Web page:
Romania Deputies OK Sodomy Reform
Summary: Another effort to make its sex laws meet European standards seems to show
that Romanian politicians just dont get what discrimination is.
Under continuing pressure from Europe, Romanias Chamber of Deputies has once
again made a move to decriminalize consensual homosexual acts but once again has
done so in a way that leaves the door open for abuses, human rights groups say.
Romanias politicians have been struggling for years between the economic lure of
European participation and the pull of powerful religious and nationalist sentiments. But
while the deputies earliest debates on the topic of homosexuality ended in
near-riots, the current proposal passed by 180 - 14 with 40 abstentions. If the Council of
Europe doesnt see decriminalization and a number of other legal reforms by August 4,
it will renew its supervision of Romanias human rights situation, and that would
certainly delay the countrys hoped-for membership in the European Union.
The latest legal reform deletes specific references to gays, but continues to punish
public "perverted sexual acts" defined as "abnormal sexual practices
including oral and anal sex" and "any unnatural acts in connection with sexual
life" with up to five years imprisonment. Public heterosexual acts can be
punished with up to two years imprisonment. Enactment of the new law will require approval
by the Senate and President Emil Constantinescu.
The Romanian gay and lesbian activist group ACCEPTs (The Bucharest Acceptance
Group) managing director Adrian Coman told the Associated Press of the current bill,
"The issue has not been solved. What am I supposed to do now? Should I go downtown
and kiss a man to see whether I am punished?" The issue is not unlike Romanias
first stab at sodomy reform in 1996, which left a gaping loophole for actions causing a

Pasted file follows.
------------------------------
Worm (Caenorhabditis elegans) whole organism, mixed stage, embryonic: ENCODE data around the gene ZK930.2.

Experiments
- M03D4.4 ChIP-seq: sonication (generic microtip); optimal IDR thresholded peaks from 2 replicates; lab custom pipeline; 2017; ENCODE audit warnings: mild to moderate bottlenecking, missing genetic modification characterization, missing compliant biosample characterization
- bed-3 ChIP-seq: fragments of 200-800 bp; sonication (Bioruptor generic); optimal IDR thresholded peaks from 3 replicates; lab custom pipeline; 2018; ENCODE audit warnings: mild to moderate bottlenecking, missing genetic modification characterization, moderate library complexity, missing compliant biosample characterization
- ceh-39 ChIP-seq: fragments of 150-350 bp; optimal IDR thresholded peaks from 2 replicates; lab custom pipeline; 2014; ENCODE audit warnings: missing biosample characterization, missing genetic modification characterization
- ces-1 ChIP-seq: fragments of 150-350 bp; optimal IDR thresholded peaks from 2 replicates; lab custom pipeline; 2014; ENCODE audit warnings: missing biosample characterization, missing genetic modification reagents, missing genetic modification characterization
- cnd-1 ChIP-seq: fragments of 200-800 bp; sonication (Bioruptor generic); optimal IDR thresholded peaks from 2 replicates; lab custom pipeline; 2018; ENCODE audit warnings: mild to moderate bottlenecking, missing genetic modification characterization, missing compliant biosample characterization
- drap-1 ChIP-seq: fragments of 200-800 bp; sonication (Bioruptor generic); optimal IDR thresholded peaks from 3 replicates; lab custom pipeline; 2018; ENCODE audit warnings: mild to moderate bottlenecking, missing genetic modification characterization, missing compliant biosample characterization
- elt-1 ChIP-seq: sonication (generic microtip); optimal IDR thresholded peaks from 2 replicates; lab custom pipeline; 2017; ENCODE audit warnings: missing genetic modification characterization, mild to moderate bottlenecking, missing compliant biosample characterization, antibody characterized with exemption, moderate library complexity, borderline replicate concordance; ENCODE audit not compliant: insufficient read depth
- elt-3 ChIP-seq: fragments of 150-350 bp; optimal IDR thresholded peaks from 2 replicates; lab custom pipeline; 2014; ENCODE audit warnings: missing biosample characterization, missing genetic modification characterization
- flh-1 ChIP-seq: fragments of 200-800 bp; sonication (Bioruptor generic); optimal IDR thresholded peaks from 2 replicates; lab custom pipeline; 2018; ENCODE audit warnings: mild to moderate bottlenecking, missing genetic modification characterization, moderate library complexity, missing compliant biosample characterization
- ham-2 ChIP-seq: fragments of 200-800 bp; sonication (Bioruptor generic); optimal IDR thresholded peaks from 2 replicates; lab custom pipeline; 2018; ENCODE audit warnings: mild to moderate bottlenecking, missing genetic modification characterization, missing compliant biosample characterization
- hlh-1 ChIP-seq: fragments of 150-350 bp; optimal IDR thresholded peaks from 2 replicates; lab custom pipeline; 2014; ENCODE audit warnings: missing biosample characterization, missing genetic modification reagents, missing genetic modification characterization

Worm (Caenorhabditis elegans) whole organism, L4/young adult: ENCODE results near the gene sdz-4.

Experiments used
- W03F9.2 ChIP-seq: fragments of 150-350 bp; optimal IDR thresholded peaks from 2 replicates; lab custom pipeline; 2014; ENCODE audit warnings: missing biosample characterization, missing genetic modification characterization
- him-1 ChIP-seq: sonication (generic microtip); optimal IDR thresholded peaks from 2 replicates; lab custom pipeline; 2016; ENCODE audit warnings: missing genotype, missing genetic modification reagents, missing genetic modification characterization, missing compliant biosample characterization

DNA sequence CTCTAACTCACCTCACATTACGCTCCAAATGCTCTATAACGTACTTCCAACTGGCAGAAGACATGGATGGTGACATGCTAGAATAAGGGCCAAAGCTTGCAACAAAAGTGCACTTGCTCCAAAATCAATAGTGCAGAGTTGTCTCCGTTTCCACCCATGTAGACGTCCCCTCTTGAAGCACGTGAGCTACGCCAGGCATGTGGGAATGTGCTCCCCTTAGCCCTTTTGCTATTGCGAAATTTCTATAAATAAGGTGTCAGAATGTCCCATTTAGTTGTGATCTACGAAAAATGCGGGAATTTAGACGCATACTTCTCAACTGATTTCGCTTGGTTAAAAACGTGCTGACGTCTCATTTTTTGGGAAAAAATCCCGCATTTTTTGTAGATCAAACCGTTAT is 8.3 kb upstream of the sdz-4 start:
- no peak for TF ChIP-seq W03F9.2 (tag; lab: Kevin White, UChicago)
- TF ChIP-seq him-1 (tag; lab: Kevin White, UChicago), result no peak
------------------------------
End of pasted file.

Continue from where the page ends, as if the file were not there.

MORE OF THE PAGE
"public scandal," meaning offense to another person. That loophole continued
harassment and extortion by police and incarceration of gays and lesbians in violent and
Coman told Reuters, "Punishing by law a group of people is discriminatory. The
Deputies did nothing but played with words. Deputies didnt seem to understand what
it is all about. They eliminated one article but kept another one maintaining different
treatments for heterosexuals and homosexuals. They persist in discrimination, despite the
Council of Europes recommendations. It is sad that Romania remains on a list with
Armenia, Chechnya and the [Bosnian] Republika Serbska [as the last European nations] where
homosexuals are still criminalized and discriminated against."
Since the fall of Communism in 1989 Coman said, "The only improvement is that now
we have hope that sometime we might be treated as equals to any other human being."
At least its been reported that currently no one is incarcerated in Romania for
consensual homosexual acts and if so that is an improvement in just the last couple
of years. In the celebrated case of Mariane Cetiner, simply asking another woman to have
sex with her in 1995 resulted in some 3-1/2 years in prison until Constantinescu
ultimately arranged for her release under international pressure.
But ACCEPT does not necessarily accept the official story that no one is incarcerated
now, and its members are well aware that police abuse continues.
The Romanian Orthodox Church, which counts more than 80% of the nation among its
nominal membership, issued a statement before the vote that "condoning"
homosexuality would "be harmful to the Christian belief." It said that the
Council of Europe, instead of demanding equal status for gays and lesbians, "should
accept us with our specific nature, and not try to impose another way of being"
an ironic choice of words for the subject of sexual orientation.
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